Sri Lanka, Horton Plains
The Horton Plain is a nature reserve since 1969 and a national park since 1988 due to its unique watershed and the diversity of the species represented here. The area of the reserve is 3159 hectares. This is the only national park in Sri Lanka, where visitors are allowed to walk alone (but only on certain trails).
Plantar Thomas Farr “discovered” these plains and named this area in honor of Sir Robert Wilmot Horton, then British governor (1831-1837). The traditional name of the region in Sinhala was Maha Sumanasen. In the park are the second and third largest mountain peaks of Sri Lanka – Totupola Kanda (2357m) and Kirigalpot (2389 m).
On the territory of the park there is a steep cliff called the Edge of Light, from where you can enjoy stunning views of distant hills and valleys to the south coast. On foot to the Edge of Light it is necessary to walk about 4 km, the way back takes 2 km to the Baker Falls and another 3.5 km to the exit from the park. The way back and forth is 9.5 km and takes three hours walking pace. Please note that around 9-10 am the fog drops and everything that you can see if you come later is a white wall. If you come from Nuwara Eliya or Haputal at 5.30 and arrive at the World’s End by 7 am, you will have a chance to enjoy a magnificent view.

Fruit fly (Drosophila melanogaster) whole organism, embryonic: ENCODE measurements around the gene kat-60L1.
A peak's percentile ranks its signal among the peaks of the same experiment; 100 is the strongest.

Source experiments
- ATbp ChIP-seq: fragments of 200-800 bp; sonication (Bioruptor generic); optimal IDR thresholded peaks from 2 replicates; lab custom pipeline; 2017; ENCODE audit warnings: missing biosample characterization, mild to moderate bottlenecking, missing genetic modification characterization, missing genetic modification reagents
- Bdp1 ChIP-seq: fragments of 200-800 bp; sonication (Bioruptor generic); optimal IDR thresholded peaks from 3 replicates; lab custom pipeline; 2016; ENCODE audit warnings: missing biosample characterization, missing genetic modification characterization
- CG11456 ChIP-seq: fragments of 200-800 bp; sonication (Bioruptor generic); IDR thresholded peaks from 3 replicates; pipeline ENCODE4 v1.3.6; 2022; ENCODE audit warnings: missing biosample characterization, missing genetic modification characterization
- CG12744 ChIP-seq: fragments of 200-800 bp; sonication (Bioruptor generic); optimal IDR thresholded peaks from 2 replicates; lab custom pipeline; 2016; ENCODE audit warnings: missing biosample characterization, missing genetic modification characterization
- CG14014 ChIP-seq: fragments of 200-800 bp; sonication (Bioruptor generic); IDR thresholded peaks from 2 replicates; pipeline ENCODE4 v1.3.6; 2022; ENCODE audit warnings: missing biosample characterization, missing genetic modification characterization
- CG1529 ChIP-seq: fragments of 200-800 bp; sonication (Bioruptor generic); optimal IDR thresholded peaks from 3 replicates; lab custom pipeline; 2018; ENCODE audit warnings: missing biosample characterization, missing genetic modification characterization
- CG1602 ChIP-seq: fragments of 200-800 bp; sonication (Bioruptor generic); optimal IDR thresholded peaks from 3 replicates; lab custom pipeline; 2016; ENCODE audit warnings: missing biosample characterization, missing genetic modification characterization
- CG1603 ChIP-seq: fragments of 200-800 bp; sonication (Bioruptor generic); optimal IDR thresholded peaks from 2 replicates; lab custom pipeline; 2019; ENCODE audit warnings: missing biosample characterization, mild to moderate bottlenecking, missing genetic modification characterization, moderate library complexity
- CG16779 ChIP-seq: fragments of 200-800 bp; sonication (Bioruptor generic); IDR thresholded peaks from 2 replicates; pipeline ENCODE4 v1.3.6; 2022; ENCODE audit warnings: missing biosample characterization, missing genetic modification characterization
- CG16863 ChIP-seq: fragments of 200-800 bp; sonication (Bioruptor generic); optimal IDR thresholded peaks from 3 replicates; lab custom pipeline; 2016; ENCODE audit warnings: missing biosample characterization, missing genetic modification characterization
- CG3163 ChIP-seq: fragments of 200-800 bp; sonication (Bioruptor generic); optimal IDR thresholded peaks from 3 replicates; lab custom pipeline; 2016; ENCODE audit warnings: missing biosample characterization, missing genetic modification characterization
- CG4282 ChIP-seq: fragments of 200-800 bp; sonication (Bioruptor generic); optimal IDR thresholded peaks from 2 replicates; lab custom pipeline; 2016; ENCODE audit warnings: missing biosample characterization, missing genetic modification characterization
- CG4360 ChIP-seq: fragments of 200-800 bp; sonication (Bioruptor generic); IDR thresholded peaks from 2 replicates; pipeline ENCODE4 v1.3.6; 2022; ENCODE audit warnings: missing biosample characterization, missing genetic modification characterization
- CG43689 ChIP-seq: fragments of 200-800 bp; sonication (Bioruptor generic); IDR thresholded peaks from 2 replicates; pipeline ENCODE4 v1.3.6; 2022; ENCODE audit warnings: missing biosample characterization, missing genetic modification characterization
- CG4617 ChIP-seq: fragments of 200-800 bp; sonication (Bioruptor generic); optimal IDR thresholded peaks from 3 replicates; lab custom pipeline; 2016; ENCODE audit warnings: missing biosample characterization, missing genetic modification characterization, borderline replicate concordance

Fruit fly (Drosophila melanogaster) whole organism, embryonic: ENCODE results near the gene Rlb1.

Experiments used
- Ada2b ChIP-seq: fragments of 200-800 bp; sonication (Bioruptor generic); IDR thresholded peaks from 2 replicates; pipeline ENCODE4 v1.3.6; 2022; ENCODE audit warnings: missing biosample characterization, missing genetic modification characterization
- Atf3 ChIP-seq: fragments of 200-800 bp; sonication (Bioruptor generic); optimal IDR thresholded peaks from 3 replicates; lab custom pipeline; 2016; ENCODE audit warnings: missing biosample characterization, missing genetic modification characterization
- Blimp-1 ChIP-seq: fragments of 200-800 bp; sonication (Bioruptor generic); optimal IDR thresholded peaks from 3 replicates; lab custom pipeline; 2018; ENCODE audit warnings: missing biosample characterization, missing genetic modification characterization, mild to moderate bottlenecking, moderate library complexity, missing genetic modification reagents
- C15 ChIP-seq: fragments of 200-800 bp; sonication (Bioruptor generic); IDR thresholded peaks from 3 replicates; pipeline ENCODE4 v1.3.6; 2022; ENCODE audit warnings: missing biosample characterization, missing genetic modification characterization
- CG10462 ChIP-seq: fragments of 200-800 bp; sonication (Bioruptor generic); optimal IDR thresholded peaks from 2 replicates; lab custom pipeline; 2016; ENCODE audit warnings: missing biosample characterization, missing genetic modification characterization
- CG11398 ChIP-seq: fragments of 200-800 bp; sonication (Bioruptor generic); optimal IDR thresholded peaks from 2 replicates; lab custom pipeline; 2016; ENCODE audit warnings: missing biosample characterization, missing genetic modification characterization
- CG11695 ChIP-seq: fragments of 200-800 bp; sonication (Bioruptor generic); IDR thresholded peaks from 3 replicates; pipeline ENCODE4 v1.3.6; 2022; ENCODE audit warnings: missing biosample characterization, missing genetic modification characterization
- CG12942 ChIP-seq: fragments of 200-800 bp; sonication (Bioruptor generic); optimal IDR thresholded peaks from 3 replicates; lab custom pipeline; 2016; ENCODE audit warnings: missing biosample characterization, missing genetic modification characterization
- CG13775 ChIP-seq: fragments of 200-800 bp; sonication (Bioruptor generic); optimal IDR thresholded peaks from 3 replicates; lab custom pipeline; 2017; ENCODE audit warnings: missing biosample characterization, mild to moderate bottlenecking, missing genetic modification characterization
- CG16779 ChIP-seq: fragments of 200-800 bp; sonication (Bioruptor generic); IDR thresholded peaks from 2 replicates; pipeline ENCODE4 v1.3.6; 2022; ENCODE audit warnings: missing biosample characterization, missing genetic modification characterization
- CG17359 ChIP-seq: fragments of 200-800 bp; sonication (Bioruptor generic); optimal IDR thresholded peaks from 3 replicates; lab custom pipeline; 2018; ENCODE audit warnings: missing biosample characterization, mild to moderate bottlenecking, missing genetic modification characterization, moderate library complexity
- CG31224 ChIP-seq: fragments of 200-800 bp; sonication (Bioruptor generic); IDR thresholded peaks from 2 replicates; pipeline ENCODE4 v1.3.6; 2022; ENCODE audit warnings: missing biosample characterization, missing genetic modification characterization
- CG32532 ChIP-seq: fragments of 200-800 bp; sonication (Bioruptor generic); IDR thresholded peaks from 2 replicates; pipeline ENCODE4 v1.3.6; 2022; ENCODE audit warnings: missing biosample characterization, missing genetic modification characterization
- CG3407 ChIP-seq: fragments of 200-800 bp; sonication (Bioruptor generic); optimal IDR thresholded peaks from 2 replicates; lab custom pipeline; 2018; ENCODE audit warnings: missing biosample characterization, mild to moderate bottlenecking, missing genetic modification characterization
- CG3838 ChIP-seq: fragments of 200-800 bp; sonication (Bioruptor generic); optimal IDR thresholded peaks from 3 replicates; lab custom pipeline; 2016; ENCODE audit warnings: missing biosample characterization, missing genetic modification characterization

The Baker Waterfall receives water from Beliul Oia. Ice water glistens in the sun against the backdrop of the mountainous terrain and deep valleys.
Like in many other tropical forests, mammals are difficult to see here, although more lucky visitors could see the leopard. Most visitors are satisfied when they see Samburu, a type of large deer.
Among the trees in the park is most often found syzygium. In the undergrowth in the open swampy areas dominated by dwarf bamboo.